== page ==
Nudists Protest Proposed Ban in San Francisco

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    NEWSLETTERS

    Several people doffed their clothes for a rally today outside San Francisco City Hall in protest of a proposed ban on public nudity in the city.

    The group is opposing an ordinance introduced by Supervisor Scott Wiener that would prohibit the display of genitals or buttocks in plaza or parklets in the city, as well as on sidewalks, streets and public transit.

    George Davis, who said he is "66 chronologically but 45 physically," was one of the protesters who bared all for the sake of the rally.

    Choosing what to wear, if anything, "is the first decision you make in the morning," Davis said. "It's an essential freedom that's proposed to be taken away."

    The rally was initially planned to be on the steps of City Hall but preparations for the parade celebrating the San Francisco Giants' World Series victory prompted the group to move to a spot in Civic Center Plaza near an Annie's Hot Dogs stand.

    The colorful crowd included a man adorned with nothing but a pet parrot on his shoulder and other naked men who held signs with the supervisor's picture that said "the only Wiener that doesn't belong in San Francisco."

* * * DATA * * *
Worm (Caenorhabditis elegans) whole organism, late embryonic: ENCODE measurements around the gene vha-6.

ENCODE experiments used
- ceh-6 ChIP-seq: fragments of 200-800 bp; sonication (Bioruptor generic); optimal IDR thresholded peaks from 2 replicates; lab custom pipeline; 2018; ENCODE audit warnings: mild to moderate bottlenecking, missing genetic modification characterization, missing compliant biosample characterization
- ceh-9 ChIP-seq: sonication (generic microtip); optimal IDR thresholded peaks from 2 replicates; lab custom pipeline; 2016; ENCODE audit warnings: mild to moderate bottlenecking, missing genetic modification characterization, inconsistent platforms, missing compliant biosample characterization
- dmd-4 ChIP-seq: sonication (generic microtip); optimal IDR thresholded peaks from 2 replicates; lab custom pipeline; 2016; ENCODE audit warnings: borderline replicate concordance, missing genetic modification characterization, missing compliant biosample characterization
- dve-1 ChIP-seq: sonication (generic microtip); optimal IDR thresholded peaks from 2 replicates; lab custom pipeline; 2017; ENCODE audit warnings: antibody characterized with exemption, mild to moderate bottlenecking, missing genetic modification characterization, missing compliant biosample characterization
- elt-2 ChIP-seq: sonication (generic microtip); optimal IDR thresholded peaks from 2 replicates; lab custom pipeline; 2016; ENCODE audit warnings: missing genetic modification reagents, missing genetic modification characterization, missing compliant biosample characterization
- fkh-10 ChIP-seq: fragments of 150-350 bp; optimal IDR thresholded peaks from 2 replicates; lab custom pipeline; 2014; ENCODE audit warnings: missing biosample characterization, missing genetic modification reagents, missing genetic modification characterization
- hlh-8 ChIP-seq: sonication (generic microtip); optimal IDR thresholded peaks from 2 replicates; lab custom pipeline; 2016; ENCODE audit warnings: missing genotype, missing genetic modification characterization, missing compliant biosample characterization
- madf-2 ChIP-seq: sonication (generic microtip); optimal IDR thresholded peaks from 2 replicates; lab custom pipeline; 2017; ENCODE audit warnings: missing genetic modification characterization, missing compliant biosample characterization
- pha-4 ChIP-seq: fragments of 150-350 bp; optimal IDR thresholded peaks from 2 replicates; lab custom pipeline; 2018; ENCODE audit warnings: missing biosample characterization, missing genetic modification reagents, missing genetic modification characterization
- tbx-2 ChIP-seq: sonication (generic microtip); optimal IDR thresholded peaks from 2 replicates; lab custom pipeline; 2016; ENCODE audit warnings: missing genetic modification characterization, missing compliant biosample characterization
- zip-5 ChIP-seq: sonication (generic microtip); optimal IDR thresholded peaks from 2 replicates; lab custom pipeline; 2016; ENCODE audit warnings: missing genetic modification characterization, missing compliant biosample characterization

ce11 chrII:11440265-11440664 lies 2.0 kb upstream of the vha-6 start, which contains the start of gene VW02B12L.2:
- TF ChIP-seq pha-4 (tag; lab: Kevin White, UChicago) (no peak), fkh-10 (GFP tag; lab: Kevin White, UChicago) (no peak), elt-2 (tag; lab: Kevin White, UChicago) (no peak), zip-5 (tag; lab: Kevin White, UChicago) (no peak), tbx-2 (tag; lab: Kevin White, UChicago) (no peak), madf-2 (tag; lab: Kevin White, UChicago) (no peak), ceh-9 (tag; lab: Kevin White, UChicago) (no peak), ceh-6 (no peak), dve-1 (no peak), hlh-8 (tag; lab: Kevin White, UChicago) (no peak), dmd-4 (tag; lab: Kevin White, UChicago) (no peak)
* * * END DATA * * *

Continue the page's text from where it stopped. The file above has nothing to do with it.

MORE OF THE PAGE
Ckiara Rose was one of two women who undressed for the rally and said the public nudists in the city are innocuous.

    "No one is harming anyone here," Rose said. "Has anyone ever died by looking at us naked?"

    Wiener has said he felt the legislation was necessary after an increasing amount of nudists were showing up regularly in Jane Warner Plaza in the city's Castro District.

    He said today, "I disagree that people should be able to take over public spaces and use them as nudist colonies, it's just not the best way for us to go."

    If the proposal is approved by the board, violations would cost $100 for the first offense and $200 for the second, with rising penalties for each additional offense within a year.

    Violators, however, would not be required to register as sex offenders and the legislation would not apply to street fairs and parades like Folsom Street Fair and the Pride Parade.

    The ordinance will be heard at a board committee hearing on Monday and the nudists said they plan on attending. However, they will have to wear clothes -- public nudity is banned at City Hall.